From everything that I have seen, shale gas is not a game changer but a scam. Yes, one can get natural gas out of shale but it is not economic to do so at anywhere near current price levels. In the absence of efforts to replace cheap conventional production, shale gas production becomes a big bottleneck and causes prices explode over the long term, particularly if there is any sign of real recovery in the real economy.

Let us begin with some of the problems with the claims.

First, many of the producers are claiming that their wells will keep producing for forty to fifty years while the data shows that twenty years would be an excellent result. When the life of a well is cut in half the economics change significantly.

Second, there is the depletion rate. While shale wells start off at high production rates pressure drops off sharply and after a year the production rate is a fraction of the original. An analysis of the Heynesville shale area indicated that projected annual decline rates ran to the 80−90% range. There is no way to justify shale production at such depletion rates unless prices are much higher and costs remain contained. But to get to the production rates being predicted costs can't remain contained because there are not enough drill rigs and crews to meet the projected demand. Bottom line is that the economics do not work.

Third, the energy density of shale means that drilling activity is much more limited than in conventional fields. Wells have to be drilled far apart from each other and require more infrastructure to support production. The cost of that infrastructure has to be paid off over the duration of the well's producing life, which means that it is possible for producers to game the numbers by assuming a much greater lifespan for their wells. Such manipulation of the cost numbers may be good for the short term price of the stocks but is not good for long term production or shareholder value. One has to wonder why Chesapeake would take the high risk of developing deep water fields if shale gas were such a promising area.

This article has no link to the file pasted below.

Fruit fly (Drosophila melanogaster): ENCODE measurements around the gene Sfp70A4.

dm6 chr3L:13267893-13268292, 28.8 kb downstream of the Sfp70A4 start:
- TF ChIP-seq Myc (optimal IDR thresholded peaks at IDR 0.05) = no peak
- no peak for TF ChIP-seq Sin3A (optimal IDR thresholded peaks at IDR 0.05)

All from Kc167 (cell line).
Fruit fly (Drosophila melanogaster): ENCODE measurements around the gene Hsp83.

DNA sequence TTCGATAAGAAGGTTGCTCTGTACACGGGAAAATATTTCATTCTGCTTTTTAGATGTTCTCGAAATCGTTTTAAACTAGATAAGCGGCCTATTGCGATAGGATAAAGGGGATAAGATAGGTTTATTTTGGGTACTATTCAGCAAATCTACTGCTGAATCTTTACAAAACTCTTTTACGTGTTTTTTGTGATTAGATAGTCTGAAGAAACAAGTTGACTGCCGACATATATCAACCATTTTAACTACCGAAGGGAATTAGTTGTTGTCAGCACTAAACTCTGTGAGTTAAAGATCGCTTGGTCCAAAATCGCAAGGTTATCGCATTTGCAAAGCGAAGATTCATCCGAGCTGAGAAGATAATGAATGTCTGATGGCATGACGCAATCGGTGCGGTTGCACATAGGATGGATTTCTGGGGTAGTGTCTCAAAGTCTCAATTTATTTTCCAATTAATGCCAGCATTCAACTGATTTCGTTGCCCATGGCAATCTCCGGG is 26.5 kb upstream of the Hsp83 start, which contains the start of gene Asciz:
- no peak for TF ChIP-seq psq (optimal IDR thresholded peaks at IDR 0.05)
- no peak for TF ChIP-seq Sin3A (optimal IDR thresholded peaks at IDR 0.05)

Forth is the geology. Shale is not some uniform perfect rock formation that is easy to develop. Thicknesses of the formations can vary and there are faults that can create great difficulty with the frac process. If the fractures get to the boundary where permeability is much greater the hydrocarbons can escape and will not be coming out of the well. The same is true if they reach fractures where the migration path is even larger. Eventually the hydrocarbons (along with the drilling muds and fluids) will make their way out of the shale and can impact groundwater quality. Such events would do far more economic harm than could be done even if the gas production were economic and the legal system will step in to stop production and take its pound of flesh.

The bottom line is that the media and academics are running behind the trend. They have not figured out that many of the early players are now running short of cash and cannot afford to work the shale angle at the low prices that natural gas is going for today. We have already seen Petrohawk Energy sell off its Haynesville pipeline assets and cut the number of rigs it is using in on the formation by around 20%. Given the low price of natural gas and the decline in share prices the smaller players in the area will be unable to generate sufficient cash to continue their drilling activities. That means that more and more of the areas will go in the hands of majors who have the discipline to wait for prices to recover by enough to make a decent return possible. Unfortunately for the optimists, that would mean that production levels will not increase as projected and that the US cannot depend on shale gas for a solution any more than it can depend on solar or wind power at this time.